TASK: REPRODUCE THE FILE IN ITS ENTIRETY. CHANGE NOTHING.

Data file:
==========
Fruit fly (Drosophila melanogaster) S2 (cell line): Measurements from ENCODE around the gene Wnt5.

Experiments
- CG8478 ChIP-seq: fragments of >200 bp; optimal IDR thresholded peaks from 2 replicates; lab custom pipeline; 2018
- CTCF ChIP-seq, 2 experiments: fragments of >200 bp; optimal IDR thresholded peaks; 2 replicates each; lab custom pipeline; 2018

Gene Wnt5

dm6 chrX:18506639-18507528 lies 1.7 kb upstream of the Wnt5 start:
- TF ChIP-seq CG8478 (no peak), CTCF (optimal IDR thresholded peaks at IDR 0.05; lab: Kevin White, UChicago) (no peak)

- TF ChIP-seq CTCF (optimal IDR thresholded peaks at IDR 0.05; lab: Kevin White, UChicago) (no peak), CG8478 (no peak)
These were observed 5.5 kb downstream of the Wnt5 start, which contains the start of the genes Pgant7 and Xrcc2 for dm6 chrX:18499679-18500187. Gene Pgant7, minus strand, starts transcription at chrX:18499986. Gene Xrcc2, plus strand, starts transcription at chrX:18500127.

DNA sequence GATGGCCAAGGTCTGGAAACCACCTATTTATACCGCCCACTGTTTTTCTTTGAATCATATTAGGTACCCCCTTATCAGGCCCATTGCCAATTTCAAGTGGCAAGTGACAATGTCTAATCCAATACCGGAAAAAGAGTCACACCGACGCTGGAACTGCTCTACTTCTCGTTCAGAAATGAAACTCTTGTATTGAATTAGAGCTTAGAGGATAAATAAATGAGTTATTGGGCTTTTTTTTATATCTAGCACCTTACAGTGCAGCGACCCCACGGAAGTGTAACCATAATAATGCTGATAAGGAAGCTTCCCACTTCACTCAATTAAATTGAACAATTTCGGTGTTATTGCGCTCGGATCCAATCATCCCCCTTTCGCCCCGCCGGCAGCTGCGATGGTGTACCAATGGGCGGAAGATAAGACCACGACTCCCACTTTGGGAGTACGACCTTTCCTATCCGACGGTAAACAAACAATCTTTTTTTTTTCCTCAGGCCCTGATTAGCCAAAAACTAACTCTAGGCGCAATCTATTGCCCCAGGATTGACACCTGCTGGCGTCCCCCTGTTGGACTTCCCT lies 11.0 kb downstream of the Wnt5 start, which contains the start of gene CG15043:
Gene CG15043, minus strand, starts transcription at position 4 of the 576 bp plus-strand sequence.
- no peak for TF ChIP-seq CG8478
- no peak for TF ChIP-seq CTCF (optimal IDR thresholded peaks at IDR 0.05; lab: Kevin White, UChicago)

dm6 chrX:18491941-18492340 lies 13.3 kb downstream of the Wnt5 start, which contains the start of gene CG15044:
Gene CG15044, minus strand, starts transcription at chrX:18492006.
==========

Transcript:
Fruit fly (Drosophila melanogaster) S2 (cell line): Measurements from ENCODE around the gene Wnt5.

Experiments
- CG8478 ChIP-seq: fragments of >200 bp; optimal IDR thresholded peaks from 2 replicates; lab custom pipeline; 2018
- CTCF ChIP-seq, 2 experiments: fragments of >200 bp; optimal IDR thresholded peaks; 2 replicates each; lab custom pipeline; 2018

Gene Wnt5

dm6 chrX:18506639-18507528 lies 1.7 kb upstream of the Wnt5 start:
- TF ChIP-seq CG8478 (no peak), CTCF (optimal IDR thresholded peaks at IDR 0.05; lab: Kevin White, UChicago) (no peak)

- TF ChIP-seq CTCF (optimal IDR thresholded peaks at IDR 0.05; lab: Kevin White, UChicago) (no peak), CG8478 (no peak)
These were observed 5.5 kb downstream of the Wnt5 start, which contains the start of the genes Pgant7 and Xrcc2 for dm6 chrX:18499679-18500187. Gene Pgant7, minus strand, starts transcription at chrX:18499986. Gene Xrcc2, plus strand, starts transcription at chrX:18500127.

DNA sequence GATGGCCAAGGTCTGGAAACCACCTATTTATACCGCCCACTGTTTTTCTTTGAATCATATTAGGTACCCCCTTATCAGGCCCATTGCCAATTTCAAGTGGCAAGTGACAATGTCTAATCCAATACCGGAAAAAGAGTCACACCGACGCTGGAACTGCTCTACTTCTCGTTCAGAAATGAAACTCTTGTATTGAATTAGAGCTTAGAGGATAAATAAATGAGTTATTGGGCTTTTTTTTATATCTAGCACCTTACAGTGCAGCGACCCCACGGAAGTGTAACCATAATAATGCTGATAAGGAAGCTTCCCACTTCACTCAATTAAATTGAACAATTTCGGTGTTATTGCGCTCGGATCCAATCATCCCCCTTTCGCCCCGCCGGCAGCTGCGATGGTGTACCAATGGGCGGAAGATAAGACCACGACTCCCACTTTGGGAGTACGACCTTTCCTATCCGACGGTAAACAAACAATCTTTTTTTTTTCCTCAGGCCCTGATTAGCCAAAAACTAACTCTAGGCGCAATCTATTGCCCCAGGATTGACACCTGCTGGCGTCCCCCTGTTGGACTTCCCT lies 11.0 kb downstream of the Wnt5 start, which contains the start of gene CG15043:
Gene CG15043, minus strand, starts transcription at position 4 of the 576 bp plus-strand sequence.
- no peak for TF ChIP-seq CG8478
- no peak for TF ChIP-seq CTCF (optimal IDR thresholded peaks at IDR 0.05; lab: Kevin White, UChicago)

dm6 chrX:18491941-18492340 lies 13.3 kb downstream of the Wnt5 start, which contains the start of gene CG15044:
Gene CG15044, minus strand, starts transcription at chrX:18492006.